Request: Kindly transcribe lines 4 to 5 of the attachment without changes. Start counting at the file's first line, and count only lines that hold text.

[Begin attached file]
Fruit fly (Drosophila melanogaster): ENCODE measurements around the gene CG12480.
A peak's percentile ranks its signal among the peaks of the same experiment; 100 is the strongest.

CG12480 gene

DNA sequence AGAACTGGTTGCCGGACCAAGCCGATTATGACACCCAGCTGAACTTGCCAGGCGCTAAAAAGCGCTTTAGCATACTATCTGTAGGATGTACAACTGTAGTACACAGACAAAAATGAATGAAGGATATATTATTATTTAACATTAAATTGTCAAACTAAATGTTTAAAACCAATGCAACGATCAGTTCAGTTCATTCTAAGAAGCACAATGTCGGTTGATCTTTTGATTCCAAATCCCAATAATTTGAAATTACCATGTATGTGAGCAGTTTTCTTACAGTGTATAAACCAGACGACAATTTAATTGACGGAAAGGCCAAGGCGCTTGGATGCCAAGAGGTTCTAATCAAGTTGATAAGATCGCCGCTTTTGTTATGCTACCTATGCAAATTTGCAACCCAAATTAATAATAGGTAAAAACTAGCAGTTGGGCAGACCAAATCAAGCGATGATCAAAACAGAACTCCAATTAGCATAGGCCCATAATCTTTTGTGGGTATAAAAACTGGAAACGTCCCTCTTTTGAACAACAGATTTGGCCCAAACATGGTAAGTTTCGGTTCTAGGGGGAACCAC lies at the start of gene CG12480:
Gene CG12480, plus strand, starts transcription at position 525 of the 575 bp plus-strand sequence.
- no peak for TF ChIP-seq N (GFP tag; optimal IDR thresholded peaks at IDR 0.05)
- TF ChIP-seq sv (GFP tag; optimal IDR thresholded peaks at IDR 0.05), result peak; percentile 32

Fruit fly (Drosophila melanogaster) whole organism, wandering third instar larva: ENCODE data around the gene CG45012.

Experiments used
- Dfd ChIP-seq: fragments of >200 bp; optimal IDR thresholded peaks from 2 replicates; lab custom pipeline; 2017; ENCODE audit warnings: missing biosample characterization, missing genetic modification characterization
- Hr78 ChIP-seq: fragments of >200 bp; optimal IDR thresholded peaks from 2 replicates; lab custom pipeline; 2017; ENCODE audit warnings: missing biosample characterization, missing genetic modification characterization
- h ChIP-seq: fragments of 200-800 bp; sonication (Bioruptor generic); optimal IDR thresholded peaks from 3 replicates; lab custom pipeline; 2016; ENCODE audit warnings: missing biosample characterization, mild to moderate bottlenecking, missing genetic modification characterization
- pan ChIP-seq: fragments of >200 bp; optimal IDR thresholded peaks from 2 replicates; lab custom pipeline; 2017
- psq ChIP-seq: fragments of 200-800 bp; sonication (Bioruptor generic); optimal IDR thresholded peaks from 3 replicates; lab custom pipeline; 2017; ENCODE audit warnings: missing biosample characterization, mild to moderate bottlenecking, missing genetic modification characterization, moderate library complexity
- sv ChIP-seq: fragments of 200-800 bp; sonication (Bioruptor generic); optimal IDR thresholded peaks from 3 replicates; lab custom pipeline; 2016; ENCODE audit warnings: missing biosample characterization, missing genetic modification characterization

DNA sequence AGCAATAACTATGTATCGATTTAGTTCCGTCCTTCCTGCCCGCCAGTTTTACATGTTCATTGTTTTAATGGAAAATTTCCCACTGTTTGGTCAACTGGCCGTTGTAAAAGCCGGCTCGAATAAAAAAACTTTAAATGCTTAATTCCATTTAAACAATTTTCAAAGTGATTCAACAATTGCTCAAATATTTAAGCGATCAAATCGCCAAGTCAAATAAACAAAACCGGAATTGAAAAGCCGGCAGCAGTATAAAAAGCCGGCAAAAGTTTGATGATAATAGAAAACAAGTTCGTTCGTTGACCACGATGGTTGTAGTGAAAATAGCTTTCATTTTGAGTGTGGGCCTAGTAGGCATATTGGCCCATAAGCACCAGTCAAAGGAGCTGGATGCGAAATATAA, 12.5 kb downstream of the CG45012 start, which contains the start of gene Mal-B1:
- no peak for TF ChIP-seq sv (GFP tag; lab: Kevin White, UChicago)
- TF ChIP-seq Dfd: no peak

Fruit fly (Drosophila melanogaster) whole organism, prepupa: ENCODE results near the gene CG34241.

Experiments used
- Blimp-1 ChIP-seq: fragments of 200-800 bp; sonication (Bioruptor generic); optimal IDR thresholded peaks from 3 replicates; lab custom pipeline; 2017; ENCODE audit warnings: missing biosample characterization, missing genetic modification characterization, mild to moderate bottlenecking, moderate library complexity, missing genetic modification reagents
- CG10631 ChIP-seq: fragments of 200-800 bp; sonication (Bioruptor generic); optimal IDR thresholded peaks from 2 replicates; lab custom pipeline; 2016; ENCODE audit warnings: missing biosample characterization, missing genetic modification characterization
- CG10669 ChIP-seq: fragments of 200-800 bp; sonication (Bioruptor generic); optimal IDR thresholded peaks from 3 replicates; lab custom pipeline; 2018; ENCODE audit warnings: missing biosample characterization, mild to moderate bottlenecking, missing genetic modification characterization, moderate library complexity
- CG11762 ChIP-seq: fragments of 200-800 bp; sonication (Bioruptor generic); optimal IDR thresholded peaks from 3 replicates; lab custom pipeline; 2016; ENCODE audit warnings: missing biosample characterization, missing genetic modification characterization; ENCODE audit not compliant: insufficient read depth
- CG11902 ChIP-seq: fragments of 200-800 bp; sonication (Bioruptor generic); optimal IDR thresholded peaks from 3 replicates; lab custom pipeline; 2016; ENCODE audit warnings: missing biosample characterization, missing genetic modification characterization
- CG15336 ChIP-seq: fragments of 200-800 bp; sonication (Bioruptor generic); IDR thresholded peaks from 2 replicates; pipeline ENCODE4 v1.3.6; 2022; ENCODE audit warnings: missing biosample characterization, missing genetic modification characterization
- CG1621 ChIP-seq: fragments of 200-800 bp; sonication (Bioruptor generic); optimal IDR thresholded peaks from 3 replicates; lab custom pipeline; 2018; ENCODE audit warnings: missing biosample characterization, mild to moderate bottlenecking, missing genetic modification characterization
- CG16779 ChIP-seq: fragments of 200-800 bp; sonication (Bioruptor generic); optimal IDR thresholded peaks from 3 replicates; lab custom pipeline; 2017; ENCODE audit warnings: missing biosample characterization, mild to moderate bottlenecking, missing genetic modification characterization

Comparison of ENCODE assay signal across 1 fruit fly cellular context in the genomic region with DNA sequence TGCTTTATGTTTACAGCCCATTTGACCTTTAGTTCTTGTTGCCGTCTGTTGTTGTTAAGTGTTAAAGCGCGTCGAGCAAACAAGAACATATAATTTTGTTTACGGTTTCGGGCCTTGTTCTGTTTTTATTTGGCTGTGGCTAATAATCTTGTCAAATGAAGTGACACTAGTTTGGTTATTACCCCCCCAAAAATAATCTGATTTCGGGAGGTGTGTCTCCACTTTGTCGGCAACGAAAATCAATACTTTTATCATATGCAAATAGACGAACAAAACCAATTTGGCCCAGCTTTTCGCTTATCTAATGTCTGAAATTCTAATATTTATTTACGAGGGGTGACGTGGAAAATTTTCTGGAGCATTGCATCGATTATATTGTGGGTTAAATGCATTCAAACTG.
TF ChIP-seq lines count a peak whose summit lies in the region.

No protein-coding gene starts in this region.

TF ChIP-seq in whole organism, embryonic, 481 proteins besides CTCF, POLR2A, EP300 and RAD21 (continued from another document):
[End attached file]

DNA sequence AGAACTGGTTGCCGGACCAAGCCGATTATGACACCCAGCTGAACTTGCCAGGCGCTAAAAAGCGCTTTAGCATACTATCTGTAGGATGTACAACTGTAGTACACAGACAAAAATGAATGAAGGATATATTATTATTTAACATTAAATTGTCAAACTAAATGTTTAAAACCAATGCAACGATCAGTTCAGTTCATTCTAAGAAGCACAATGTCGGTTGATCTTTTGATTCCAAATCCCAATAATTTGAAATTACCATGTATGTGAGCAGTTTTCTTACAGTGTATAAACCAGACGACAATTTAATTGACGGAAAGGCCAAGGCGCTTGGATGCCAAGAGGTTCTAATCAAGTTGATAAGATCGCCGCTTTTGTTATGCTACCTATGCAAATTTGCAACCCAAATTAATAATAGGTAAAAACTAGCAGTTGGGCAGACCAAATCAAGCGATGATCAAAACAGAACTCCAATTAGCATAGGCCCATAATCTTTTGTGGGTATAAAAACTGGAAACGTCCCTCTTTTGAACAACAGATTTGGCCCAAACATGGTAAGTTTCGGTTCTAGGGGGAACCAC lies at the start of gene CG12480:
Gene CG12480, plus strand, starts transcription at position 525 of the 575 bp plus-strand sequence.